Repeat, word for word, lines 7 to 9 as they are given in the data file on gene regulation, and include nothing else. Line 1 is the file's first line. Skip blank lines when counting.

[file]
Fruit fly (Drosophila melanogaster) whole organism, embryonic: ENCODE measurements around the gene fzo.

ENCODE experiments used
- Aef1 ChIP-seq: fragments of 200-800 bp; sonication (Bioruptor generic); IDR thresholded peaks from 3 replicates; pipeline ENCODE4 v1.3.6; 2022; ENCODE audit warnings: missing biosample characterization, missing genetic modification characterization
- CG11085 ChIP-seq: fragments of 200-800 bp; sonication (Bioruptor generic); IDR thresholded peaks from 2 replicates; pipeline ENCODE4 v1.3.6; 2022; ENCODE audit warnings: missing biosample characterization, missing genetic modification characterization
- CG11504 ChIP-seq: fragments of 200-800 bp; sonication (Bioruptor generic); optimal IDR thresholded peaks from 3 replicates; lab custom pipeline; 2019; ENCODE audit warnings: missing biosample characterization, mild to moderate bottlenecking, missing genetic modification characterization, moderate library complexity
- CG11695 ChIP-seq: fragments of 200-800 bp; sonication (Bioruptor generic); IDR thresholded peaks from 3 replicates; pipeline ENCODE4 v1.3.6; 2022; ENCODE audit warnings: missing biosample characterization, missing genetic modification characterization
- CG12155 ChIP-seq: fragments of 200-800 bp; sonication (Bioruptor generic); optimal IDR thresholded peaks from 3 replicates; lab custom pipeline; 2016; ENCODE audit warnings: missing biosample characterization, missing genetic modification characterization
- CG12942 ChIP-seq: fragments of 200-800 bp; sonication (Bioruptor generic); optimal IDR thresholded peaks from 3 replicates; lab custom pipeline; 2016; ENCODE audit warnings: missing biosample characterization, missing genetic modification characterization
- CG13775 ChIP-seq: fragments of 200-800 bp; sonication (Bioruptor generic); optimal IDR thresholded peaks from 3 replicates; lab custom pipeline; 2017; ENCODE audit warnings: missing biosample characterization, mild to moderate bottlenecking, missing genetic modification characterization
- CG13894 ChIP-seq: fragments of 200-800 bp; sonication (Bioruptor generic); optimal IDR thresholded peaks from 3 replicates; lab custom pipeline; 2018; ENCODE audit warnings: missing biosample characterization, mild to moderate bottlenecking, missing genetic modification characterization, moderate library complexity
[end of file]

- CG12155 ChIP-seq: fragments of 200-800 bp; sonication (Bioruptor generic); optimal IDR thresholded peaks from 3 replicates; lab custom pipeline; 2016; ENCODE audit warnings: missing biosample characterization, missing genetic modification characterization
- CG12942 ChIP-seq: fragments of 200-800 bp; sonication (Bioruptor generic); optimal IDR thresholded peaks from 3 replicates; lab custom pipeline; 2016; ENCODE audit warnings: missing biosample characterization, missing genetic modification characterization
- CG13775 ChIP-seq: fragments of 200-800 bp; sonication (Bioruptor generic); optimal IDR thresholded peaks from 3 replicates; lab custom pipeline; 2017; ENCODE audit warnings: missing biosample characterization, mild to moderate bottlenecking, missing genetic modification characterization